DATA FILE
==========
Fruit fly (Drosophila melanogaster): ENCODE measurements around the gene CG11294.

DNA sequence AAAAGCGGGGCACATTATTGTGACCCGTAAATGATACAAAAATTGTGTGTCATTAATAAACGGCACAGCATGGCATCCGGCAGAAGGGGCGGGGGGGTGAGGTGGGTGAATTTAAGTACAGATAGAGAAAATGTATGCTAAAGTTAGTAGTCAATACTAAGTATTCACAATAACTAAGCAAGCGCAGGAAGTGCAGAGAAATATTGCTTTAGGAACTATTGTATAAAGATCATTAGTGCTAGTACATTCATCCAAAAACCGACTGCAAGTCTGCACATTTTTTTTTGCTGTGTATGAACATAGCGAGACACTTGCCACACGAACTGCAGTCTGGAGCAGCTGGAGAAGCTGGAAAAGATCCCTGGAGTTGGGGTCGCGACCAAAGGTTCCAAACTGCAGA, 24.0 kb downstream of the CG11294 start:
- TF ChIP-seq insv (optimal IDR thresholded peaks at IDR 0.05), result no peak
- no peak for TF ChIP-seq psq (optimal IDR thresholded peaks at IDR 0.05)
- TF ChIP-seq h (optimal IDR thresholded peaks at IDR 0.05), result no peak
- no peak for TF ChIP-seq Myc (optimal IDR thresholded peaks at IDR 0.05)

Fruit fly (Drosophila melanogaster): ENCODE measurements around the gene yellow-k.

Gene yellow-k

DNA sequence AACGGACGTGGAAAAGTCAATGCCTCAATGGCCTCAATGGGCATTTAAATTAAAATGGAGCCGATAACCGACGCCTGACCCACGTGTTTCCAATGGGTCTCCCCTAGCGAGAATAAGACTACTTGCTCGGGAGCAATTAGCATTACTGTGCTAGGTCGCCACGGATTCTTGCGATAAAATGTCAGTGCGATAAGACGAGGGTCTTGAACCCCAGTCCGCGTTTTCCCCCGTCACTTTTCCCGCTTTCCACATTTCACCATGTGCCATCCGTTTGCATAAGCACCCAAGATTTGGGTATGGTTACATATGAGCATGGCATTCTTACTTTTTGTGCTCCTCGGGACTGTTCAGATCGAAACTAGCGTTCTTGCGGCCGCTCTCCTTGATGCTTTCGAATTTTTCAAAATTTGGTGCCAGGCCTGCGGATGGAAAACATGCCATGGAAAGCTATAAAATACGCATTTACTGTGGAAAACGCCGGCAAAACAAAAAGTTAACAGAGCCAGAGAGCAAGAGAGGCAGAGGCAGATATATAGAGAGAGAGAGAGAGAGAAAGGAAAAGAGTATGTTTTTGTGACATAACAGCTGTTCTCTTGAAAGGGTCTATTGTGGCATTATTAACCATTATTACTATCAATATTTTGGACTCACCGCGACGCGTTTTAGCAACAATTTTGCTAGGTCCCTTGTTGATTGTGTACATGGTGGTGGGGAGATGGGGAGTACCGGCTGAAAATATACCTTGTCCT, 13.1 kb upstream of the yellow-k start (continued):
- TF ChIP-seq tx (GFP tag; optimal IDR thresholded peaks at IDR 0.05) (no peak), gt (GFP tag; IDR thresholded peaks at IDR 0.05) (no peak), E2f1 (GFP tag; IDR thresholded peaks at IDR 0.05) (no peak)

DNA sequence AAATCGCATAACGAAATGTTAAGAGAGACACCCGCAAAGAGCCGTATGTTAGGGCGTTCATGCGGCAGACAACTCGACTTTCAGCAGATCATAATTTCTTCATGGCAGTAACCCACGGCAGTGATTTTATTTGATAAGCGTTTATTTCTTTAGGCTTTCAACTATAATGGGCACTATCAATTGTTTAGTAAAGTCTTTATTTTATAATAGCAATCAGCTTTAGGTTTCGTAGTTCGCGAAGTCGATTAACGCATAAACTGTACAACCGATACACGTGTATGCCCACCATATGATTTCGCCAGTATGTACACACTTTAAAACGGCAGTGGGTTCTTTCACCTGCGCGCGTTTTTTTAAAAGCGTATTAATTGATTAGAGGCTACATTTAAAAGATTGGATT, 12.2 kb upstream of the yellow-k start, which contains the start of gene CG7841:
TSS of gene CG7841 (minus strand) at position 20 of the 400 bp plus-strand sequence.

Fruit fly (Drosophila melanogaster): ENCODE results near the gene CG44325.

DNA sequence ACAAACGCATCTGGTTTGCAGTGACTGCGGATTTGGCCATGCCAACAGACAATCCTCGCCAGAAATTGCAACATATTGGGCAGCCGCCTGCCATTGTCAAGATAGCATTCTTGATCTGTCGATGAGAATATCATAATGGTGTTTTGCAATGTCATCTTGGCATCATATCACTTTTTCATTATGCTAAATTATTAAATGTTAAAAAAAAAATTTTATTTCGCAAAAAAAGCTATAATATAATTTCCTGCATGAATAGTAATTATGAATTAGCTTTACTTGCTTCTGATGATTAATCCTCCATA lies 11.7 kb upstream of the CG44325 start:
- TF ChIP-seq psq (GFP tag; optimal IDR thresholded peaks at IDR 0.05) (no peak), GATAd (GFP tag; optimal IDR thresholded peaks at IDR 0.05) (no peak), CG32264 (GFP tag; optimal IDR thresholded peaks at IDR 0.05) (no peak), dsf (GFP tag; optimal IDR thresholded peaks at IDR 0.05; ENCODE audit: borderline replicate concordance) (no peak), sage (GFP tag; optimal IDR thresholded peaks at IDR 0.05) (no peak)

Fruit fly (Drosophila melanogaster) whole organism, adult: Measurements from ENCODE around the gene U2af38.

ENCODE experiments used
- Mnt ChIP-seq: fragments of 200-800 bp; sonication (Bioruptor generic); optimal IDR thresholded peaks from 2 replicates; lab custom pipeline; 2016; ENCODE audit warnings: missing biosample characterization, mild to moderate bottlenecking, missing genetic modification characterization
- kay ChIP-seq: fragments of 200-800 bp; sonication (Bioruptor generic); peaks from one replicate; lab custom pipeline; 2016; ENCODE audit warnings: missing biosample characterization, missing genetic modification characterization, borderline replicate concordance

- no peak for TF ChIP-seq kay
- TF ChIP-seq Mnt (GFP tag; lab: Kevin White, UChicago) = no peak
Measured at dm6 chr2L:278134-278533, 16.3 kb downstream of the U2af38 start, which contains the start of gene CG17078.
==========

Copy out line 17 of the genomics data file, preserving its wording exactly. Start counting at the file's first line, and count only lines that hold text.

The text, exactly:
ENCODE experiments used